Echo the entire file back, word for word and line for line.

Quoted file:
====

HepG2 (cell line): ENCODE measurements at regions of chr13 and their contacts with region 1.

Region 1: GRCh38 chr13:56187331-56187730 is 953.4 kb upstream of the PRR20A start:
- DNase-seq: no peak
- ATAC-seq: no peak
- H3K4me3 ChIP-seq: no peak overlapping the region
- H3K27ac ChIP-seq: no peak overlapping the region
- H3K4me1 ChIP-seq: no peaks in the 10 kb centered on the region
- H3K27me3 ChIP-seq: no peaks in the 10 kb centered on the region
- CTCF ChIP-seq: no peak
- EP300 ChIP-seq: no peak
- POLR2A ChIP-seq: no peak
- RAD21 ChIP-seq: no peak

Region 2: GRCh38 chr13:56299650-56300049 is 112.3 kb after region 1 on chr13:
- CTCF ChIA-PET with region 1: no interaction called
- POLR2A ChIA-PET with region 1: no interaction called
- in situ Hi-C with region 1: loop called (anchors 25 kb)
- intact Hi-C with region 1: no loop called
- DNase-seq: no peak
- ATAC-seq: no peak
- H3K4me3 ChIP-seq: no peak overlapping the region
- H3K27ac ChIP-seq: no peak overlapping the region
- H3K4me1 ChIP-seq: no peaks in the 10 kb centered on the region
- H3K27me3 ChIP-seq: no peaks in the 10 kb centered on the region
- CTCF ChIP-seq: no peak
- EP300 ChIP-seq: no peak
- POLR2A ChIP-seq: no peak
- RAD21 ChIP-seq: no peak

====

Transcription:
HepG2 (cell line): ENCODE measurements at regions of chr13 and their contacts with region 1.

Region 1: GRCh38 chr13:56187331-56187730 is 953.4 kb upstream of the PRR20A start:
- DNase-seq: no peak
- ATAC-seq: no peak
- H3K4me3 ChIP-seq: no peak overlapping the region
- H3K27ac ChIP-seq: no peak overlapping the region
- H3K4me1 ChIP-seq: no peaks in the 10 kb centered on the region
- H3K27me3 ChIP-seq: no peaks in the 10 kb centered on the region
- CTCF ChIP-seq: no peak
- EP300 ChIP-seq: no peak
- POLR2A ChIP-seq: no peak
- RAD21 ChIP-seq: no peak

Region 2: GRCh38 chr13:56299650-56300049 is 112.3 kb after region 1 on chr13:
- CTCF ChIA-PET with region 1: no interaction called
- POLR2A ChIA-PET with region 1: no interaction called
- in situ Hi-C with region 1: loop called (anchors 25 kb)
- intact Hi-C with region 1: no loop called
- DNase-seq: no peak
- ATAC-seq: no peak
- H3K4me3 ChIP-seq: no peak overlapping the region
- H3K27ac ChIP-seq: no peak overlapping the region
- H3K4me1 ChIP-seq: no peaks in the 10 kb centered on the region
- H3K27me3 ChIP-seq: no peaks in the 10 kb centered on the region
- CTCF ChIP-seq: no peak
- EP300 ChIP-seq: no peak
- POLR2A ChIP-seq: no peak
- RAD21 ChIP-seq: no peak